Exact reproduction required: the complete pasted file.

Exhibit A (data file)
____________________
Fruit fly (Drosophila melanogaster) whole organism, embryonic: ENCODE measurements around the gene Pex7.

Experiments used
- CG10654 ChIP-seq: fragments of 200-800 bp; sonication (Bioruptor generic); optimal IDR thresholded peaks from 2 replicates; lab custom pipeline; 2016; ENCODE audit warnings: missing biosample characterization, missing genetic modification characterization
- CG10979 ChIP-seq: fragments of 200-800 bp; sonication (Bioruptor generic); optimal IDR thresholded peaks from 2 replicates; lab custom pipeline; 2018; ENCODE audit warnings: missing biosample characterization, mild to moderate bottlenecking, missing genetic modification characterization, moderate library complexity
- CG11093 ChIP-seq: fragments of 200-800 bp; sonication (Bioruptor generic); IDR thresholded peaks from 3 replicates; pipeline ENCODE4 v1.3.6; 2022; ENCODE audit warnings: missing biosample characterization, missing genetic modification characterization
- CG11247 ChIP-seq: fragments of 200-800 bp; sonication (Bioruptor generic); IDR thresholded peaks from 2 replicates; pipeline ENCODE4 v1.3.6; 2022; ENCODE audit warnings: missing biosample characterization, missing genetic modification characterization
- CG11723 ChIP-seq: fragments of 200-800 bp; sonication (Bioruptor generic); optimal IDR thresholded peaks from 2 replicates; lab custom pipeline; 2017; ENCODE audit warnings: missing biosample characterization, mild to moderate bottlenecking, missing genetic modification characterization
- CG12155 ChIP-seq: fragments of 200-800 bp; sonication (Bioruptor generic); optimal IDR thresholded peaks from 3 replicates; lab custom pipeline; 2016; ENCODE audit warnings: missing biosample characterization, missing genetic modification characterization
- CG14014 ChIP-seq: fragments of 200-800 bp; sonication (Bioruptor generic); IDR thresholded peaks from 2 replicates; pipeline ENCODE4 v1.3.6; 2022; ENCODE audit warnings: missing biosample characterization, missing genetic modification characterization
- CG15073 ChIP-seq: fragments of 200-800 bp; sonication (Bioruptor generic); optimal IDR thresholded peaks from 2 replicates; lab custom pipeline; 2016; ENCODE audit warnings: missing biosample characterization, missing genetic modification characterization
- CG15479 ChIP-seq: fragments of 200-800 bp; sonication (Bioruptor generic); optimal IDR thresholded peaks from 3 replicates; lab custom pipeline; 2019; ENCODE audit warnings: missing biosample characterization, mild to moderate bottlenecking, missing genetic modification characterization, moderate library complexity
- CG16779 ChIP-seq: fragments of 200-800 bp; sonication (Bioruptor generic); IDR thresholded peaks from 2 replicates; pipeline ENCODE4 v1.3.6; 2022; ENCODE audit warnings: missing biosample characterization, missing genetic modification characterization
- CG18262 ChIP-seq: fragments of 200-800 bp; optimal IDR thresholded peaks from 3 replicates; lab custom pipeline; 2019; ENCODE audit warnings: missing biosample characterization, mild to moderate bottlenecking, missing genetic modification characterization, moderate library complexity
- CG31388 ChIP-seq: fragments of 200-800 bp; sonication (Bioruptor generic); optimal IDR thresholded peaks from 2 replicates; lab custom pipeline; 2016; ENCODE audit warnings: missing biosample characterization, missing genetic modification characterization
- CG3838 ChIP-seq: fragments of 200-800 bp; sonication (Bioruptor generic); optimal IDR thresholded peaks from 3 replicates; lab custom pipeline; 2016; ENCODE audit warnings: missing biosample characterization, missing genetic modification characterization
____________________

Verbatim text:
Fruit fly (Drosophila melanogaster) whole organism, embryonic: ENCODE measurements around the gene Pex7.

Experiments used
- CG10654 ChIP-seq: fragments of 200-800 bp; sonication (Bioruptor generic); optimal IDR thresholded peaks from 2 replicates; lab custom pipeline; 2016; ENCODE audit warnings: missing biosample characterization, missing genetic modification characterization
- CG10979 ChIP-seq: fragments of 200-800 bp; sonication (Bioruptor generic); optimal IDR thresholded peaks from 2 replicates; lab custom pipeline; 2018; ENCODE audit warnings: missing biosample characterization, mild to moderate bottlenecking, missing genetic modification characterization, moderate library complexity
- CG11093 ChIP-seq: fragments of 200-800 bp; sonication (Bioruptor generic); IDR thresholded peaks from 3 replicates; pipeline ENCODE4 v1.3.6; 2022; ENCODE audit warnings: missing biosample characterization, missing genetic modification characterization
- CG11247 ChIP-seq: fragments of 200-800 bp; sonication (Bioruptor generic); IDR thresholded peaks from 2 replicates; pipeline ENCODE4 v1.3.6; 2022; ENCODE audit warnings: missing biosample characterization, missing genetic modification characterization
- CG11723 ChIP-seq: fragments of 200-800 bp; sonication (Bioruptor generic); optimal IDR thresholded peaks from 2 replicates; lab custom pipeline; 2017; ENCODE audit warnings: missing biosample characterization, mild to moderate bottlenecking, missing genetic modification characterization
- CG12155 ChIP-seq: fragments of 200-800 bp; sonication (Bioruptor generic); optimal IDR thresholded peaks from 3 replicates; lab custom pipeline; 2016; ENCODE audit warnings: missing biosample characterization, missing genetic modification characterization
- CG14014 ChIP-seq: fragments of 200-800 bp; sonication (Bioruptor generic); IDR thresholded peaks from 2 replicates; pipeline ENCODE4 v1.3.6; 2022; ENCODE audit warnings: missing biosample characterization, missing genetic modification characterization
- CG15073 ChIP-seq: fragments of 200-800 bp; sonication (Bioruptor generic); optimal IDR thresholded peaks from 2 replicates; lab custom pipeline; 2016; ENCODE audit warnings: missing biosample characterization, missing genetic modification characterization
- CG15479 ChIP-seq: fragments of 200-800 bp; sonication (Bioruptor generic); optimal IDR thresholded peaks from 3 replicates; lab custom pipeline; 2019; ENCODE audit warnings: missing biosample characterization, mild to moderate bottlenecking, missing genetic modification characterization, moderate library complexity
- CG16779 ChIP-seq: fragments of 200-800 bp; sonication (Bioruptor generic); IDR thresholded peaks from 2 replicates; pipeline ENCODE4 v1.3.6; 2022; ENCODE audit warnings: missing biosample characterization, missing genetic modification characterization
- CG18262 ChIP-seq: fragments of 200-800 bp; optimal IDR thresholded peaks from 3 replicates; lab custom pipeline; 2019; ENCODE audit warnings: missing biosample characterization, mild to moderate bottlenecking, missing genetic modification characterization, moderate library complexity
- CG31388 ChIP-seq: fragments of 200-800 bp; sonication (Bioruptor generic); optimal IDR thresholded peaks from 2 replicates; lab custom pipeline; 2016; ENCODE audit warnings: missing biosample characterization, missing genetic modification characterization
- CG3838 ChIP-seq: fragments of 200-800 bp; sonication (Bioruptor generic); optimal IDR thresholded peaks from 3 replicates; lab custom pipeline; 2016; ENCODE audit warnings: missing biosample characterization, missing genetic modification characterization